PG-13. Perhaps another scathing example of how America is very cool with violence, scary things, and people getting hurt.
DIRECTOR: Peter Berg
I know someone's written it. It has to be somewhere on the Internet. Someone has to have written about how trailers completely miss the point of the movie to sell it to an audience that wouldn't see it while alienating an audience that would really get into it. I feel kind of dumb when it comes to my knowledge of current events because I had no idea that the title "Deepwater Horizon" referred to the BP oil spill. The movie is marketed as a boss, broey, survival film like Peter Berg's Lone Survivor. I've already mentioned how I tend to see these movies, but don't really preach them ultra hard. Had I known that this was a commentary about the greed of BP set against the backdrop of stuff blowing up and real people getting hurt, I might have fallen in line a little sooner. (i acknowledge the fact that the trailer probably said, "Based on a True Story", but so does Texas Chainsaw Massacre. So I roll my eyes pretty hard when I read that.)
The weird part about my reaction to it all is that the movie really hits two buttons simultaneously. The movie, for what defense I gave it, is very broey. Stuff explodes real good in this movie. When I get engulfed in this movie and shut off my soul (because all I can think of now are the real people involved in the accident), the movie is fantastically entertaining. But the social content really gets to me as well. BP execs were horrible scumbags and I can't believe that I'm so stilted that I still gas up there from time-to-time. I'm more of a hypocrite than I'm comfortable with. This is my own cross to bear. This isn't on you. But the movie really does a phenomenal job of painting the BP execs as rich jerks who shortcut basic safety protocols. Whether this is true or not, who knows? But I come from an era when "industrialist" was synonymous with "bad guy." So let's keep that train rolling and make our movie easily identifiable.
I always have a hard time determining whether Mark Wahlberg is the best actor or the worst actor. I can't reconcile his performance in The Happening. If you haven't seen it, don't. Man, that movie is something. But I do recommend you find a clip on YouTube of Mark Wahlberg from The Happening. That is something on a new level of terrible. But this is also the same guy who stole the show in The Departed. Perhaps it is the character actor role that lets him get good. Deepwater Horizon allows us to see the rare occasion when Mark Wahlberg plays a regular dude who is fairly convincing. He's loaded with oil rigging jargon and light ribbing constantly, which may cover up any real vulnerability. But his character is likable. Like, really likable. I want to be friends with that dude, if only for the fact that if my house blew up, he'd pick me up regardless of my level of concussion. For a drama that serves as a political and social reminder about the evils of BP and major corporations, it is weird that the protagonist is really just an action movie star. He has action movie star traits. I thank Peter Berg and the rest of the production team for avoiding any ridiculous puns regarding exploding oil rigs because the movie carries its seriousness on its shoulders. The movie is actiony, but don't you dare goof around with it.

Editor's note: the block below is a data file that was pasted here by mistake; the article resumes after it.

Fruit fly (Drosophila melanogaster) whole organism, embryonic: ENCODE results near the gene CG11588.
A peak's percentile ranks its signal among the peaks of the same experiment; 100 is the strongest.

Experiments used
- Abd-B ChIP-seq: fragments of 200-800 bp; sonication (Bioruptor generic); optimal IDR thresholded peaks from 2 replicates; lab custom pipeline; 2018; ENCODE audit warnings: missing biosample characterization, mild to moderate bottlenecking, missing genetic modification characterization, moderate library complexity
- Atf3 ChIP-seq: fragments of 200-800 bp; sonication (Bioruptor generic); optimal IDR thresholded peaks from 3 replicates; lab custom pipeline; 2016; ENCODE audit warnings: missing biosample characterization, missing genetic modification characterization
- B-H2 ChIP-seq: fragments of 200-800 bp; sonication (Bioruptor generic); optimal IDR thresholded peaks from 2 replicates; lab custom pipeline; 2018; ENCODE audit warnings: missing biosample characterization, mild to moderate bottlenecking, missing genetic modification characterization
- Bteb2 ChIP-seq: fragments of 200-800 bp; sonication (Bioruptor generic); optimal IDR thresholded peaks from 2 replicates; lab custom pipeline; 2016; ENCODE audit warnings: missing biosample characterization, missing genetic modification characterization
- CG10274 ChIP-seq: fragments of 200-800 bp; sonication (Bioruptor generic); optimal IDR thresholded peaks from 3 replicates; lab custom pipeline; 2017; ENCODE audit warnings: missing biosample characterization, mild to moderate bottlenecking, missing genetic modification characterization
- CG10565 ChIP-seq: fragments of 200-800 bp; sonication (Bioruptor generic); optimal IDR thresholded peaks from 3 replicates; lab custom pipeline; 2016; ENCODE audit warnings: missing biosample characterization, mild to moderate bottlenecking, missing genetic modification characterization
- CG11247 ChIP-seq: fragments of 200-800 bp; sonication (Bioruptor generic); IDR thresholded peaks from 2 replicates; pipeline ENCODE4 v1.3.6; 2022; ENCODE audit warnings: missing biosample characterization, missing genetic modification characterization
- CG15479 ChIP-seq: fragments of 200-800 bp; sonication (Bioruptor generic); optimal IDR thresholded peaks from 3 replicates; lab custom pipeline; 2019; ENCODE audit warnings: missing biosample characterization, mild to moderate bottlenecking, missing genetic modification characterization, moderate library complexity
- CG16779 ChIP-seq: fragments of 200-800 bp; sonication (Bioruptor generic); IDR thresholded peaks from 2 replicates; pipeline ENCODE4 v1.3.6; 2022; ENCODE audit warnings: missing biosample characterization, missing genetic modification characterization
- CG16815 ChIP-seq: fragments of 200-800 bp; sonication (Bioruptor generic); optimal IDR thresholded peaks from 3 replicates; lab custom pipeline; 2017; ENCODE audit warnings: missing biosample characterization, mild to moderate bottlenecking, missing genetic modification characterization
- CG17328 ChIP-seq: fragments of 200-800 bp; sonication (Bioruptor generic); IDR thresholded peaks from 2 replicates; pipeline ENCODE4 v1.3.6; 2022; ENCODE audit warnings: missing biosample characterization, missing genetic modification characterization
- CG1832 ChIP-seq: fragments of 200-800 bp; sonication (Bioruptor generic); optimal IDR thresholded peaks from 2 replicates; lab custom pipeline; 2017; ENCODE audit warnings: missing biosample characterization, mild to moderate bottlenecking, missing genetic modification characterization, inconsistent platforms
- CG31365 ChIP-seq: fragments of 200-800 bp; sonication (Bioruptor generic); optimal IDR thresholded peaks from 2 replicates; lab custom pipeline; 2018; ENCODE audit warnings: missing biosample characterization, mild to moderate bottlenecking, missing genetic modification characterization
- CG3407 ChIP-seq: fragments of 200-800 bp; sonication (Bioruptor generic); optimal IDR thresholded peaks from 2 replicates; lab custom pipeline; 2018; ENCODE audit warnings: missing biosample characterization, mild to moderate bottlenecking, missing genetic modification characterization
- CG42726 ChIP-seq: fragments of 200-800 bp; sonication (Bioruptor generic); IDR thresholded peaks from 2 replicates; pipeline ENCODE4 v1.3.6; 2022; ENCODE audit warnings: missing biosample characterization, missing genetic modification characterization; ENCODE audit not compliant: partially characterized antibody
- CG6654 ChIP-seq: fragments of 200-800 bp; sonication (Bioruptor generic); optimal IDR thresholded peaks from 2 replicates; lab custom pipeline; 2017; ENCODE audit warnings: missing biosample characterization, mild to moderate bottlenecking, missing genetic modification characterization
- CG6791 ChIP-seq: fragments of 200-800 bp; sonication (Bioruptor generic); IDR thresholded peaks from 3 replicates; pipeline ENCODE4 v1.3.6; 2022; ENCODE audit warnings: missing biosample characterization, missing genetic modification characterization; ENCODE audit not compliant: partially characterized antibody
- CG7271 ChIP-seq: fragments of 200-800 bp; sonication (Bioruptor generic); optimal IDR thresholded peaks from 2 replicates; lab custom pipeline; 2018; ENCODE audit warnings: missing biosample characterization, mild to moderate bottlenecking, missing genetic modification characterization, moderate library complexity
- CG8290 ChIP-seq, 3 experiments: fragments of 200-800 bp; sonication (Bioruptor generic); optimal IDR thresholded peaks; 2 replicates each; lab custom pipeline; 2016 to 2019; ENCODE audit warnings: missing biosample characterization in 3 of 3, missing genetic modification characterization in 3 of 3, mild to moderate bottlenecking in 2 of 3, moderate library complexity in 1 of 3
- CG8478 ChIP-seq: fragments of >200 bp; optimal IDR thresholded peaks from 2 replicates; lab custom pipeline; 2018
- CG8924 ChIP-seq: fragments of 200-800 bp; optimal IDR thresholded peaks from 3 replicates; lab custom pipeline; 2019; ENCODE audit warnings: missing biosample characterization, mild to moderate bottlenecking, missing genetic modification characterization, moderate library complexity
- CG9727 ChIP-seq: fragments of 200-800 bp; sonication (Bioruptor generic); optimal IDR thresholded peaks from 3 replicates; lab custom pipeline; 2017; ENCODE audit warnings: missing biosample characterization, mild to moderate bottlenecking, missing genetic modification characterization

This is a short little shout out and i haven't thought where I'm going with it, but I really liked Malkovich in this role. Yeah, he's an arch villain with levels of jerkery that I have rarely witnessed in reality, but the movie needed him to be that cocky. The crazy part is that he isn't stupid. He's the guy who is super educated, but you need to see get his come-uppins. In reality, it should be characters like Mister Jimmy who don't know what they are talking about. I guess the movie does crap on academics a bit, but that's cool. Again, I'm not cool with my own hypocrisy. I also want someone to start calling me "Mister Jimmy." Would it be "Mr. Timmy"? Nah, I don't like it anymore. "Mr. H" is fine.
The more I think about it, the goofier this movie really is. There are some really weird choices by some of the characters that felt really Hollywood-y to me. Not shutting down the derrick or the pipeline until an exec gave the go ahead? That seems like no one would be fighting that battle super hard. But this movie had that scene. I truly believe that my low expectations really made this movie a fun sell. Also, I watched this one on my own. Had I been worrying about what my wife thought of the movie, I might be raking it through the mud. Environment definitely affects my approach to cinema. This was a great Tuesday evening movie by myself and I enjoyed the living daylights out of it. Yeah, it bums me out that these were real people, but I also applaud that the story was more than popcorn action-ey nonsense. The movie touched on something important and I liked that. Also, I think we needed a reminder that what happened that day was awful. We have, as a culture, such a short memory to distaster nowadays that a reminder doesn't hurt. But I'm probably still going to fill up at BP. That's mostly because I'm a bad person the clerks at mine are really friendly.
Film is great. It can challenge us. It can entertain us. It can puzzle us. It can awaken us.
Mr. H has watched an upsetting amount of movies. They bring him a level of joy that few things have achieved.